What’ll it be? Zombie, steampunk, binder full of women?
Terrifying, trendy or topical – expect a host of bizarre looks to be out on the town over the next few days as another Halloween descends over the Capital Region and costumiers power through their busy season.
Ned Lemley didn’t think a young customer had much of a chance at realizing his costume dreams when he stepped into Langham Court Theatre’s costume loft hoping to step out clad as Louis XIV. But it turns out a fleur-de-lis cape and a few accessories from loft’s extensive collection of period garments added up to just the look for which the teen was striving.
“The next thing I knew, around from the dressing room comes this lad and it was just great,” said Lemley from the tightly-packed loft above the Rockland neighbourhood theatre.
Among the loft manager’s other most memorable customers: a young man who satisfied his desire to transform into classic comedienne Lucille Ball when he picked out a red wig and dress from the collection, and a teen who rented a tunic in his quest to become a Spartan and later crafted himself a breast plate, greaves and a helmet from a disposable turkey roaster.
That Spartan costume is now one of the many Halloween DIY additions to the inventory.
The loft is the home of original creations of all kinds – where Victorian and Edwardian period wear is the speciality – but the occasional trends still float through. Last year was the season of the pirate, Lemley said, noting 2012’s shift toward more glam looks, including the steampunk craze.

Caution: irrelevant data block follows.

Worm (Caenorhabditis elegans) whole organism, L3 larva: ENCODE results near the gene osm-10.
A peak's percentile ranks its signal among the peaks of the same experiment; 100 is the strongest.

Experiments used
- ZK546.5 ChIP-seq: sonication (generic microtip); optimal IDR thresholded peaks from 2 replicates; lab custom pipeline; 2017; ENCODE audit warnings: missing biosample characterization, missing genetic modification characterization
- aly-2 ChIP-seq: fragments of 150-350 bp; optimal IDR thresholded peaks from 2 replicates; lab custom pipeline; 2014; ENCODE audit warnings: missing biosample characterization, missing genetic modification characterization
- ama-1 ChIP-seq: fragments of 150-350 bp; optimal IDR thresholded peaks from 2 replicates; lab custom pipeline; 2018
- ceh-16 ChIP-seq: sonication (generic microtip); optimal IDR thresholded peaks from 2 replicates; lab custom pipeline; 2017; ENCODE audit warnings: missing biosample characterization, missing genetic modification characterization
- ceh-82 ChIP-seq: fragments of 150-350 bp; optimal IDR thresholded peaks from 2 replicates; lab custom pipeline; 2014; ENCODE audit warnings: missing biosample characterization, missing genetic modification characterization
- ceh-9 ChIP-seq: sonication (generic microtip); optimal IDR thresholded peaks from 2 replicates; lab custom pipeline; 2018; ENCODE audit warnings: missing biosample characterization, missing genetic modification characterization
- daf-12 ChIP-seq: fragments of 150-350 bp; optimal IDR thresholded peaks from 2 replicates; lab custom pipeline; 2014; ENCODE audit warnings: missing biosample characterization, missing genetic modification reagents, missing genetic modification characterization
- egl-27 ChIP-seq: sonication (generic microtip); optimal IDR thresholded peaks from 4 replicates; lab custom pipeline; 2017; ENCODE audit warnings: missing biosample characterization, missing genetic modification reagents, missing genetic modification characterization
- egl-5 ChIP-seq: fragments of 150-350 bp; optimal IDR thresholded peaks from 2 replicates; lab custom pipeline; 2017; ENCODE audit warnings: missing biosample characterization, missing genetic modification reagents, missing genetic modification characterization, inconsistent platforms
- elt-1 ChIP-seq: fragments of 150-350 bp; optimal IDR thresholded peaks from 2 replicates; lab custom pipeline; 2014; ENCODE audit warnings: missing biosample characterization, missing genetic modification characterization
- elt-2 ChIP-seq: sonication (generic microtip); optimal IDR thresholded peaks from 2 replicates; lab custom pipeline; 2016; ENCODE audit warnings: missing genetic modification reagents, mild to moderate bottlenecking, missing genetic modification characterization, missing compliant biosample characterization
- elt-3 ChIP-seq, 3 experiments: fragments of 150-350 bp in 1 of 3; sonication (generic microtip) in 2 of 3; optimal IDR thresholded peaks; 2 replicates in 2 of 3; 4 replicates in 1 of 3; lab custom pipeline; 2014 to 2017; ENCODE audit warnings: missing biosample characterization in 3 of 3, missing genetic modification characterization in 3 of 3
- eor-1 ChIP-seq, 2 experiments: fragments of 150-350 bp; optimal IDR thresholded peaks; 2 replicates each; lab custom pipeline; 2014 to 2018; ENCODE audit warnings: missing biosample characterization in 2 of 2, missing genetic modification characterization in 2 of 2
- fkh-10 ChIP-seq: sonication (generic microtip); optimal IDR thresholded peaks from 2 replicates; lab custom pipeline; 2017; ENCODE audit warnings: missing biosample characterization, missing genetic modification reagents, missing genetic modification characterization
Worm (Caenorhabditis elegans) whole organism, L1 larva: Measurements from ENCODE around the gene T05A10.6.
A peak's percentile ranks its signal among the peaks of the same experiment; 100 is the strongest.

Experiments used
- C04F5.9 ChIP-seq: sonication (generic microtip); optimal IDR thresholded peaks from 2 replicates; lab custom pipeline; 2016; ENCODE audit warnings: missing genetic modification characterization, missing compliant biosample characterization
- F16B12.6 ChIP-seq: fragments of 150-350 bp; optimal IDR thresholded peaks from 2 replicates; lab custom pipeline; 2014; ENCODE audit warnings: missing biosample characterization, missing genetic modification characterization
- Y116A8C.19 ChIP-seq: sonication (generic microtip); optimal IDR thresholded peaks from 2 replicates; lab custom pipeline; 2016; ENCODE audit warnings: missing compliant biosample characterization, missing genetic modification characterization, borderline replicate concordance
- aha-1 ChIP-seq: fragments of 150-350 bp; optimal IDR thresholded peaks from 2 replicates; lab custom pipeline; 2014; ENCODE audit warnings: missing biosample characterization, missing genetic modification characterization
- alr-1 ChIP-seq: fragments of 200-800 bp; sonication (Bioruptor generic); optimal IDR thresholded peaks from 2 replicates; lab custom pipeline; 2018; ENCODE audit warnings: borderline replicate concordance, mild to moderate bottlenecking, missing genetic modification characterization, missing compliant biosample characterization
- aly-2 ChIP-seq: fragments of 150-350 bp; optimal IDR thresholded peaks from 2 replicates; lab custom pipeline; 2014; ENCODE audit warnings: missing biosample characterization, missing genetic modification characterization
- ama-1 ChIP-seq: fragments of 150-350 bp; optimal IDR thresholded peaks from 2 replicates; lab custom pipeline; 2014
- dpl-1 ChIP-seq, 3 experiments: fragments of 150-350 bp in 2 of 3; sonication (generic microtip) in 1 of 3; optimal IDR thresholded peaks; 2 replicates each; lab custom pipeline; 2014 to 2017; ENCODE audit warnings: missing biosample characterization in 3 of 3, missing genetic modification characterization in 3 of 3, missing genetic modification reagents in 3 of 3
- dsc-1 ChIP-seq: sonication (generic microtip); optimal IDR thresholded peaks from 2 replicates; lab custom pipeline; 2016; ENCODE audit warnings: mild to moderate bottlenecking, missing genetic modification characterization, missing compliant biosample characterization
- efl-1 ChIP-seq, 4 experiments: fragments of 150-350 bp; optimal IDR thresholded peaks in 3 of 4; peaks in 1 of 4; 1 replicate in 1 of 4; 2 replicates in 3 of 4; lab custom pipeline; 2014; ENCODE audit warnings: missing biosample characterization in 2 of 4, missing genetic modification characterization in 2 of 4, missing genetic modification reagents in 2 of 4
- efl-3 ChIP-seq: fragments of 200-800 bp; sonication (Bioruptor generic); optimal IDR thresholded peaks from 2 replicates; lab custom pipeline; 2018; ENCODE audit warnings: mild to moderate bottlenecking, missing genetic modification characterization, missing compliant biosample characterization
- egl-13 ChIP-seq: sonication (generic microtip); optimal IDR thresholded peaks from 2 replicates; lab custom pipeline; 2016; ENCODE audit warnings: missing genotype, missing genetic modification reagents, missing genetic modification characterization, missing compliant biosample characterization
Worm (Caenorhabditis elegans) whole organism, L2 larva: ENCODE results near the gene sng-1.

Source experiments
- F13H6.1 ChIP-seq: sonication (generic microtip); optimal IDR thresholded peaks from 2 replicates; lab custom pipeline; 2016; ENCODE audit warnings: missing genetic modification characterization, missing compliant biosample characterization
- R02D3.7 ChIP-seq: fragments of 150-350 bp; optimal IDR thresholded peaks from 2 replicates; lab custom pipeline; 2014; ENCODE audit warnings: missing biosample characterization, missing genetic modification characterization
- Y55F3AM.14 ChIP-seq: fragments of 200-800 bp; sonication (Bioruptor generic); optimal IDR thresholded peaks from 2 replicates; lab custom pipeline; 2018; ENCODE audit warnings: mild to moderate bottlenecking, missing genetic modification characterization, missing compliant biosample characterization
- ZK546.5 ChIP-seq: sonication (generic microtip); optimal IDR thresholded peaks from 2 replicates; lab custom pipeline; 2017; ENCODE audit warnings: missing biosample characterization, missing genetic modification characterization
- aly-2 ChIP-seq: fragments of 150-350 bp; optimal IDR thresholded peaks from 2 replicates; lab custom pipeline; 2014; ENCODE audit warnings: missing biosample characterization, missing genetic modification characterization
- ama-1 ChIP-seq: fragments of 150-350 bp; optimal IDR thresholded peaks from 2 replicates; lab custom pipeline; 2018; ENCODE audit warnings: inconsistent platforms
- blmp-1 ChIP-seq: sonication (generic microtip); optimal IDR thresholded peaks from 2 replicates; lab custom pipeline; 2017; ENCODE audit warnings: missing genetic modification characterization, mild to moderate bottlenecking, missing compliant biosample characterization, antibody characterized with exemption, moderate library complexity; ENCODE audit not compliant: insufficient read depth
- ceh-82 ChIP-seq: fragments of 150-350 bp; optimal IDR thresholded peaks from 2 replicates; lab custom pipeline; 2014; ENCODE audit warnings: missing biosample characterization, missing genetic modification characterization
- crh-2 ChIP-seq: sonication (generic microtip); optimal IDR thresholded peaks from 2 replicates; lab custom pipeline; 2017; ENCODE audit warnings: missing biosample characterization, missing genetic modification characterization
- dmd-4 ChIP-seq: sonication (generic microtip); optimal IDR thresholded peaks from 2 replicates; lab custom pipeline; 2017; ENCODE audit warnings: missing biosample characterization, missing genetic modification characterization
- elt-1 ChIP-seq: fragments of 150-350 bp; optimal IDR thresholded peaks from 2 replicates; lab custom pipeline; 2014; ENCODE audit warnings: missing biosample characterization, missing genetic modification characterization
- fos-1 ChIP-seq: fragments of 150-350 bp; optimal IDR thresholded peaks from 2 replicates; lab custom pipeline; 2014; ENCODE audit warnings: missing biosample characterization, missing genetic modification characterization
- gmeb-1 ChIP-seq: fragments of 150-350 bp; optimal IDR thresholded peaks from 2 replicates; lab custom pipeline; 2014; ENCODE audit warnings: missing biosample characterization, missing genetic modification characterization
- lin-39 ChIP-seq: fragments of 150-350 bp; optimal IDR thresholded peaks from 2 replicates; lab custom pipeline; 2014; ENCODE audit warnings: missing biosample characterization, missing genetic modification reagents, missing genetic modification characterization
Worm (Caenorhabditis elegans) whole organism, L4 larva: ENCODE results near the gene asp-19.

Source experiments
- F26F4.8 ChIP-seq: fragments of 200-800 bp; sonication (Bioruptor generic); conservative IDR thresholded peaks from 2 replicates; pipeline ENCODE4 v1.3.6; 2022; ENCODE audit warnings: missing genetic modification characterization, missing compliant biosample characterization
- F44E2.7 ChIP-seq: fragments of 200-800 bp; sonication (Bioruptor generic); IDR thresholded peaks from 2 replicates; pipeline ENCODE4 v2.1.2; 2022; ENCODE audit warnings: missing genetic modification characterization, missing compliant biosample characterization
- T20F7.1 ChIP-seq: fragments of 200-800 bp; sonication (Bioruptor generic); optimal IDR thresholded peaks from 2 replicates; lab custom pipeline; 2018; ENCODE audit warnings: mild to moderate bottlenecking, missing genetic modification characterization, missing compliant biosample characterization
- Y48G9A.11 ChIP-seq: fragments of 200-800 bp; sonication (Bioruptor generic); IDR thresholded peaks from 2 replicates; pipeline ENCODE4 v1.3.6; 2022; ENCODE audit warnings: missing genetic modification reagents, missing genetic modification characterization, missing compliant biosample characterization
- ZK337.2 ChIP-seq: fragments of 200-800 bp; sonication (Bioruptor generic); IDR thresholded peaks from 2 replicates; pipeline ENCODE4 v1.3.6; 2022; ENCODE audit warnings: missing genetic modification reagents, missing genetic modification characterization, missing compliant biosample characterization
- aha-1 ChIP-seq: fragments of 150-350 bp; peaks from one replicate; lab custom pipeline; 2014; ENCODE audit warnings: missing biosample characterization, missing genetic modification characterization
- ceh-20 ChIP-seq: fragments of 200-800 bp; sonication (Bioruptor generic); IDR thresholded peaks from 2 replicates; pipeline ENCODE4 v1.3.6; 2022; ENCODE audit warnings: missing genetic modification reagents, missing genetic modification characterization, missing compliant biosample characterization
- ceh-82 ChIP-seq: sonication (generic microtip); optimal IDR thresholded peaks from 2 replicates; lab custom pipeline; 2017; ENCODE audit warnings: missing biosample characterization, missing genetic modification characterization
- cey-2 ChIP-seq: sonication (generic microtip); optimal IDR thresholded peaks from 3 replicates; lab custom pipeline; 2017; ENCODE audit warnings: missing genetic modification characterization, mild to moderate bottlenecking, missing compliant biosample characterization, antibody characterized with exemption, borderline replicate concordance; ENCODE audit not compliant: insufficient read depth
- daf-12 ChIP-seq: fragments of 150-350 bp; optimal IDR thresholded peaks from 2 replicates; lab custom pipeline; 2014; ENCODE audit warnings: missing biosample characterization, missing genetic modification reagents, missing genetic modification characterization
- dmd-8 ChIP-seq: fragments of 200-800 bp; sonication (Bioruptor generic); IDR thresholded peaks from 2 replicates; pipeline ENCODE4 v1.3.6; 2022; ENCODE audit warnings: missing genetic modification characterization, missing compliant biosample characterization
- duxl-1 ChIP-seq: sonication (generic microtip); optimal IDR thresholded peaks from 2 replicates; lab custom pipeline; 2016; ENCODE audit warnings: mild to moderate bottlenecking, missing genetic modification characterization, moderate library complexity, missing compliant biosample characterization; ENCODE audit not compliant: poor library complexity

The Langham collection has been built from more than 30 years of local theatre productions and community donations. But a costume isn’t necessarily mandatory for achieving a dramatic look.
“A lot more people are doing makeup, a theatrical sort of effect instead of putting a costume and being a witch or a vampire,” said Michael Bice, long-time employee of Murray’s Trick and Joke Shop. “They’re not being your classic Frankenstein or Wolf Man.”
Bice has noted an increased interest in death make-up and latex prosthetics, of which Murray’s carries a wide variety – a trend he attributes to Victoria’s love of the annual Zombie Walk.
At the popular Victoria Costumes on West Saanich Road, Charlotte Rennison’s clientele aren’t as set on becoming the undead.
“It’s the same thing that’s hot every year: super heroes and Star Wars,” Rennison said.
While Scooby-Doo, Cookie Monster and the Victorian-era sci-fi fun of steampunk are on the rise this year, looks inspired by George Lucas’ seven-film series remain the those most requested by both guys and girls, young and old.
Though Rennison – known around the city for her impersonations, including a notorious Lady Gaga April Fool’s Day hoax in 2010 – has been taking special orders and sewing custom costumes since the summertime, she says there’s more than enough stock left for all those Halloween revellers who are waiting until the last minute to don a new get-up.
Like Victoria Costumes, Disguise the Limit in Colwood has a several-thousand-piece collection, which includes all the standard superheroes and movie characters, as well as quirkier pieces added via special request each season.
Dusty Hughes, an employee clad in Peter Pan attire, delighted one customer by this year sewing her a custom “sexy viking,” though when it comes to her own Halloween night garb, she opts to sport the classic witch look each Oct. 31. The Queen of Hearts and Little Red Riding Hood top the list of most requested standards this season, she said.
“Disney’s a hit this time around,” she added.
And among Rennison’s most entertaining visitors to her store: a group of men who dressed as Mexican bumblebees of Saturday Night Live fame and a classic Jim Carrey and Jeff Daniels-inspired Dumb & Dumber duo.
“I like people who get creative with it,” Rennison said.